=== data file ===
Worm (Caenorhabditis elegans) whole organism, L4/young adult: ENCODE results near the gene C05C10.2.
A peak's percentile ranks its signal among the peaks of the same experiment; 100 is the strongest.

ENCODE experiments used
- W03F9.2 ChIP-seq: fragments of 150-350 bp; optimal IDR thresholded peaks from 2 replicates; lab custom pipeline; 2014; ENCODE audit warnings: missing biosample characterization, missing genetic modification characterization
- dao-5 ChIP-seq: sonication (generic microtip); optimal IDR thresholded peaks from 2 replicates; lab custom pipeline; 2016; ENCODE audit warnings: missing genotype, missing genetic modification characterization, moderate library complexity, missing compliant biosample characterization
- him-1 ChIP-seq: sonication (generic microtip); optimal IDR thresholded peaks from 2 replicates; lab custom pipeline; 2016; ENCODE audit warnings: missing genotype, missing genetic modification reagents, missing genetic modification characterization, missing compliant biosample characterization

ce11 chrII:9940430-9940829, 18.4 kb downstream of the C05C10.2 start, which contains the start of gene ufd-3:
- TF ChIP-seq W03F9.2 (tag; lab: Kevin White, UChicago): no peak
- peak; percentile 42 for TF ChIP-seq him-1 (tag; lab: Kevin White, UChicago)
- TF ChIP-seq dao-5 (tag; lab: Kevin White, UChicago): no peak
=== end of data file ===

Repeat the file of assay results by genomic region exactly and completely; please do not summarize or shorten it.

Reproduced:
Worm (Caenorhabditis elegans) whole organism, L4/young adult: ENCODE results near the gene C05C10.2.
A peak's percentile ranks its signal among the peaks of the same experiment; 100 is the strongest.

ENCODE experiments used
- W03F9.2 ChIP-seq: fragments of 150-350 bp; optimal IDR thresholded peaks from 2 replicates; lab custom pipeline; 2014; ENCODE audit warnings: missing biosample characterization, missing genetic modification characterization
- dao-5 ChIP-seq: sonication (generic microtip); optimal IDR thresholded peaks from 2 replicates; lab custom pipeline; 2016; ENCODE audit warnings: missing genotype, missing genetic modification characterization, moderate library complexity, missing compliant biosample characterization
- him-1 ChIP-seq: sonication (generic microtip); optimal IDR thresholded peaks from 2 replicates; lab custom pipeline; 2016; ENCODE audit warnings: missing genotype, missing genetic modification reagents, missing genetic modification characterization, missing compliant biosample characterization

ce11 chrII:9940430-9940829, 18.4 kb downstream of the C05C10.2 start, which contains the start of gene ufd-3:
- TF ChIP-seq W03F9.2 (tag; lab: Kevin White, UChicago): no peak
- peak; percentile 42 for TF ChIP-seq him-1 (tag; lab: Kevin White, UChicago)
- TF ChIP-seq dao-5 (tag; lab: Kevin White, UChicago): no peak